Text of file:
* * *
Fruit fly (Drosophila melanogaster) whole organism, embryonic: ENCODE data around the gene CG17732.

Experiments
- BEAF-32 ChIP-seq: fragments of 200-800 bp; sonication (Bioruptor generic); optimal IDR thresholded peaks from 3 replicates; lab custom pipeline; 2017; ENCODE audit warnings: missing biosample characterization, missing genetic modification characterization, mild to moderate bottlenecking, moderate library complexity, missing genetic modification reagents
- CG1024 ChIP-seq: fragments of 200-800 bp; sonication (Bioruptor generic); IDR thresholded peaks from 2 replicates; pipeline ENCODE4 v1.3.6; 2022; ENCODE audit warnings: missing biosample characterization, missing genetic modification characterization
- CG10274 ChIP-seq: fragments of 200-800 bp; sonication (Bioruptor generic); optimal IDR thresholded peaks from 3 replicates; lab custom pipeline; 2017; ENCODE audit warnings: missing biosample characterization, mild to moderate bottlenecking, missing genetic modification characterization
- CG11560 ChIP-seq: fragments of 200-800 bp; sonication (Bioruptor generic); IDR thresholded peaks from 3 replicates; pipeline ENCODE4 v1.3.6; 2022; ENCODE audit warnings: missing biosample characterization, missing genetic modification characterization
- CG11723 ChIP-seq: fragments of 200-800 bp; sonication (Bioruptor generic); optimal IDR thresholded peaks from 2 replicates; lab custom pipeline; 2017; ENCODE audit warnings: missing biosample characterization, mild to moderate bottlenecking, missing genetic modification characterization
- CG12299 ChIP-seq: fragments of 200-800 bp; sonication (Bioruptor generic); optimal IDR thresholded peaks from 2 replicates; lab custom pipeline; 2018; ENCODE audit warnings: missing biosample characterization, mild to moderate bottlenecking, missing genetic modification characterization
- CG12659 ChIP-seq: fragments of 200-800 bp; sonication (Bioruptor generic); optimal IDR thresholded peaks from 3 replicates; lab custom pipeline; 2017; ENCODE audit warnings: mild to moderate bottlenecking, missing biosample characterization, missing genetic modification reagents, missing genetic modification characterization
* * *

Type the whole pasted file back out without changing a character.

Fruit fly (Drosophila melanogaster) whole organism, embryonic: ENCODE data around the gene CG17732.

Experiments
- BEAF-32 ChIP-seq: fragments of 200-800 bp; sonication (Bioruptor generic); optimal IDR thresholded peaks from 3 replicates; lab custom pipeline; 2017; ENCODE audit warnings: missing biosample characterization, missing genetic modification characterization, mild to moderate bottlenecking, moderate library complexity, missing genetic modification reagents
- CG1024 ChIP-seq: fragments of 200-800 bp; sonication (Bioruptor generic); IDR thresholded peaks from 2 replicates; pipeline ENCODE4 v1.3.6; 2022; ENCODE audit warnings: missing biosample characterization, missing genetic modification characterization
- CG10274 ChIP-seq: fragments of 200-800 bp; sonication (Bioruptor generic); optimal IDR thresholded peaks from 3 replicates; lab custom pipeline; 2017; ENCODE audit warnings: missing biosample characterization, mild to moderate bottlenecking, missing genetic modification characterization
- CG11560 ChIP-seq: fragments of 200-800 bp; sonication (Bioruptor generic); IDR thresholded peaks from 3 replicates; pipeline ENCODE4 v1.3.6; 2022; ENCODE audit warnings: missing biosample characterization, missing genetic modification characterization
- CG11723 ChIP-seq: fragments of 200-800 bp; sonication (Bioruptor generic); optimal IDR thresholded peaks from 2 replicates; lab custom pipeline; 2017; ENCODE audit warnings: missing biosample characterization, mild to moderate bottlenecking, missing genetic modification characterization
- CG12299 ChIP-seq: fragments of 200-800 bp; sonication (Bioruptor generic); optimal IDR thresholded peaks from 2 replicates; lab custom pipeline; 2018; ENCODE audit warnings: missing biosample characterization, mild to moderate bottlenecking, missing genetic modification characterization
- CG12659 ChIP-seq: fragments of 200-800 bp; sonication (Bioruptor generic); optimal IDR thresholded peaks from 3 replicates; lab custom pipeline; 2017; ENCODE audit warnings: mild to moderate bottlenecking, missing biosample characterization, missing genetic modification reagents, missing genetic modification characterization